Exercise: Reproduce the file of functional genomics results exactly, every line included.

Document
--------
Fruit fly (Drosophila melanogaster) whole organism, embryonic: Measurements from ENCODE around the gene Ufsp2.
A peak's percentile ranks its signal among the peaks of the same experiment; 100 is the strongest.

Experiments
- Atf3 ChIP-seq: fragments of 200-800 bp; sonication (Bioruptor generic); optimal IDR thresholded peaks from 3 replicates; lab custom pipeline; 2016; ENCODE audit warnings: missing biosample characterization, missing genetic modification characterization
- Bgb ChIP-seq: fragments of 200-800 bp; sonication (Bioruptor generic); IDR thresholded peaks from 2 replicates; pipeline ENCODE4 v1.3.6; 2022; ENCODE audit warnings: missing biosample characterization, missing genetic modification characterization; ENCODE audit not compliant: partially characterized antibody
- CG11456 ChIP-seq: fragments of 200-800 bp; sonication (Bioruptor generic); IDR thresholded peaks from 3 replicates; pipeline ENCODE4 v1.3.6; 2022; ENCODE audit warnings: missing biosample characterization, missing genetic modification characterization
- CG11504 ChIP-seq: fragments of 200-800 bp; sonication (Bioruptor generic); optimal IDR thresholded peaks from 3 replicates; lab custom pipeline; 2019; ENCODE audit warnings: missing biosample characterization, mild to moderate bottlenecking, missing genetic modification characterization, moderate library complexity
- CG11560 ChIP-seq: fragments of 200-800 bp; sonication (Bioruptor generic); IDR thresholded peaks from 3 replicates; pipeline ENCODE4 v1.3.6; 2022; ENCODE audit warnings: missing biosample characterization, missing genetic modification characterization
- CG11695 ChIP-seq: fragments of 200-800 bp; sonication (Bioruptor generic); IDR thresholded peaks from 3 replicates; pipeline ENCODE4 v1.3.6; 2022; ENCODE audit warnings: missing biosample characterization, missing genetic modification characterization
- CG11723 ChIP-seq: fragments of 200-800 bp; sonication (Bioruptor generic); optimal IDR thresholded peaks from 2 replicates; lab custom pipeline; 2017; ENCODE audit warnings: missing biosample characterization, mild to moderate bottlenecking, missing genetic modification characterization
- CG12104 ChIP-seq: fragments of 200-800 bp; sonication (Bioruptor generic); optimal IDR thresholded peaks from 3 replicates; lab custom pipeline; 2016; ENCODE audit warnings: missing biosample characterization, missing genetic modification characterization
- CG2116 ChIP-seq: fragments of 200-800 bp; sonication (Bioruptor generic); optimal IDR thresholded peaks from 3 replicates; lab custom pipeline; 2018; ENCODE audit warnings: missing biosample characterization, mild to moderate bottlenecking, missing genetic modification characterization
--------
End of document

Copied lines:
Fruit fly (Drosophila melanogaster) whole organism, embryonic: Measurements from ENCODE around the gene Ufsp2.
A peak's percentile ranks its signal among the peaks of the same experiment; 100 is the strongest.

Experiments
- Atf3 ChIP-seq: fragments of 200-800 bp; sonication (Bioruptor generic); optimal IDR thresholded peaks from 3 replicates; lab custom pipeline; 2016; ENCODE audit warnings: missing biosample characterization, missing genetic modification characterization
- Bgb ChIP-seq: fragments of 200-800 bp; sonication (Bioruptor generic); IDR thresholded peaks from 2 replicates; pipeline ENCODE4 v1.3.6; 2022; ENCODE audit warnings: missing biosample characterization, missing genetic modification characterization; ENCODE audit not compliant: partially characterized antibody
- CG11456 ChIP-seq: fragments of 200-800 bp; sonication (Bioruptor generic); IDR thresholded peaks from 3 replicates; pipeline ENCODE4 v1.3.6; 2022; ENCODE audit warnings: missing biosample characterization, missing genetic modification characterization
- CG11504 ChIP-seq: fragments of 200-800 bp; sonication (Bioruptor generic); optimal IDR thresholded peaks from 3 replicates; lab custom pipeline; 2019; ENCODE audit warnings: missing biosample characterization, mild to moderate bottlenecking, missing genetic modification characterization, moderate library complexity
- CG11560 ChIP-seq: fragments of 200-800 bp; sonication (Bioruptor generic); IDR thresholded peaks from 3 replicates; pipeline ENCODE4 v1.3.6; 2022; ENCODE audit warnings: missing biosample characterization, missing genetic modification characterization
- CG11695 ChIP-seq: fragments of 200-800 bp; sonication (Bioruptor generic); IDR thresholded peaks from 3 replicates; pipeline ENCODE4 v1.3.6; 2022; ENCODE audit warnings: missing biosample characterization, missing genetic modification characterization
- CG11723 ChIP-seq: fragments of 200-800 bp; sonication (Bioruptor generic); optimal IDR thresholded peaks from 2 replicates; lab custom pipeline; 2017; ENCODE audit warnings: missing biosample characterization, mild to moderate bottlenecking, missing genetic modification characterization
- CG12104 ChIP-seq: fragments of 200-800 bp; sonication (Bioruptor generic); optimal IDR thresholded peaks from 3 replicates; lab custom pipeline; 2016; ENCODE audit warnings: missing biosample characterization, missing genetic modification characterization
- CG2116 ChIP-seq: fragments of 200-800 bp; sonication (Bioruptor generic); optimal IDR thresholded peaks from 3 replicates; lab custom pipeline; 2018; ENCODE audit warnings: missing biosample characterization, mild to moderate bottlenecking, missing genetic modification characterization